Some traditions relate that the first wadjet was created by the goddess Isis who formed it from the dust of the earth and the spittle of Atum. The uraeus was the instrument with which Isis gained the throne of Egypt for her husband Osiris. As the sun, Ra was thought to see everything.
Together with Atum, Ra was believed to have fathered Shu and Tefnut who in turn bore Geb and Nut. These in turn were the parents of Osiris, Isis, Set (also known as Seth), and Nephthys. All nine made up the Heliopolitan Ennead.
For the Egyptians, the sun represented light, warmth, and growth. This made sun deities very important to Egyptians, and it is no coincidence that the sun came to be the ruler of all. In his myths, the sun was either seen as the body or Eye of Ra.
Primordial Serpent and Sun Boat
Ra was thought to travel in a sun boat (The Boat of the Millions) to protect its fires from the primordial waters of the underworld it passed through during the night. Ra traveled in the sun boat with various other deities including Set and Mehen who defended against the monsters of the underworld, and Ma'at who guided the boat's course. The monsters included Apep, an enormous serpent who tried to stop the sun boat's journey every night by consuming it. The Ra myth saw the sunrise as the rebirth of the sun by the goddess Nut and the sky, thus attributing the concept of rebirth and renewal to Ra and strengthening his role as a creator god.
In the Pyramid Text, Re is perpetually resurrected in the mornings in the form of a scarab beetle, Khepri, which means the Emerging One. He rides on the primordial waters, called Nun, in his sacred bark (boat) along with a number of other deities across the sky, where at sunset he becomes Atum, the "All Lord". At sunset, he is swallowed by the goddess Nut, who gives birth to him each morning again as Khepri. Therefore, the cycle continued with birth, life and death.
Early in his myths Ra was said to be married to Hathor and they were the parents of Horus. Later his myths changed Hathor into Ra's daughter. This featured prominently in the myth often called The Story of Sekhmet, in which Ra sent Hathor down to punish humanity as Sekhmet.
Ra had 4 children:
Nut (sky) - Shu - Tefnut - Geb (Earth)
Nut and Geb created 4 children:
Set- Osiris - Isis - Nephthys
Isis and Osiris created - Horus
As with most widely worshiped Egyptian deities, Ra's identity was often confused with others as different regional religions were merged in an attempt to unite the country.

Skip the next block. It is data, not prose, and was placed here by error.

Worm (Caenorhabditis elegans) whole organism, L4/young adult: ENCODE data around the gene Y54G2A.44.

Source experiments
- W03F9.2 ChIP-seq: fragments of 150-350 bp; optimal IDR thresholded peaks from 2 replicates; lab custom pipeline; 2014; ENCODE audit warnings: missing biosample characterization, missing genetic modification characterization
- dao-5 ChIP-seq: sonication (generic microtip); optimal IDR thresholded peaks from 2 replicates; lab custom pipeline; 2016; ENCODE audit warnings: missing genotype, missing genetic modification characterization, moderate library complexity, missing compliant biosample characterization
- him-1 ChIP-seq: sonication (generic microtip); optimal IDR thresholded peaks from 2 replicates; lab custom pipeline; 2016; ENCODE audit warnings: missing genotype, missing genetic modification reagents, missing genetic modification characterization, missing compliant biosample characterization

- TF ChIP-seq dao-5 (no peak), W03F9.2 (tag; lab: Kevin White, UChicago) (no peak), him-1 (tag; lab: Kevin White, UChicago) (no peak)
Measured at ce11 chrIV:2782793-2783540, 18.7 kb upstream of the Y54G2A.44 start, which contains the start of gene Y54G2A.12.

Khepri and Khnum
His local cult began to grow from roughly the second dynasty, establishing Ra as a sun deity. By the fourth dynasty the pharaohs were seen to be Ra's manifestations on earth, referred to as "Sons of Ra". His worship increased massively in the fifth dynasty, when he became a state deity and pharaohs had specially aligned pyramids, obelisks, and solar temples built in his honor.
The first Pyramid Texts began to arise, giving Ra more and more significance in the journey of the pharaoh through the underworld.
The Middle Kingdom saw Ra being increasingly combined and affiliated with other deities, especially Amun and Osiris.
During the New Kingdom, the worship of Ra became more complicated and grand. The walls of tombs were dedicated to extremely detailed texts that told of Ra's journey through the underworld. Ra was said to carry the prayers and blessings of the living with the souls of the dead on the sun boat.
The idea that Ra aged with the sun became more popular with the rise of The New Kingdom. Eventually, during the reign of Akhenaten (mid 1350s-1330s), the worship reached the level of "uncompromising monotheism"
Many acts of worship included hymns, prayers, and spells to help Ra and the sun boat overcome Apep. Though worship of Ra was widespread, his cult center was in Heliopolis in Lower Egypt. Oddly enough, this was the home of the Ennead that was believed to be headed by Atum, with whom he was merged. The Holiday of 'The Receiving of Ra' was celebrated on May 26 in the Gregorian calendar.
Though Re lived on in various forms into the Greco-Roman period, his worship gradually deteriorated during the fist millennium. This decline was probably due to the weakening of the kingship under various foreign rulers. Though he continued to be a part of Egyptian theology, he was no longer a part of the peoples living faith. Devotion to Re became more and more limited to priests of the temple.
The rise of Christianity in the Roman empire caused an end to worship of Ra by the citizens of Egypt, and as Ra's the popularity suddenly died out, the study of Ra became purely for academic knowledge even among the Egyptian priests.
A Case for Mistaken Identity Thunderbolts - December 26, 2007
Ra was often lauded as "Lord of the Circles" and as "he who entereth [or liveth] in the circle." He was described as "the sender forth of light into his circle" and as the "Governor of [his] circle."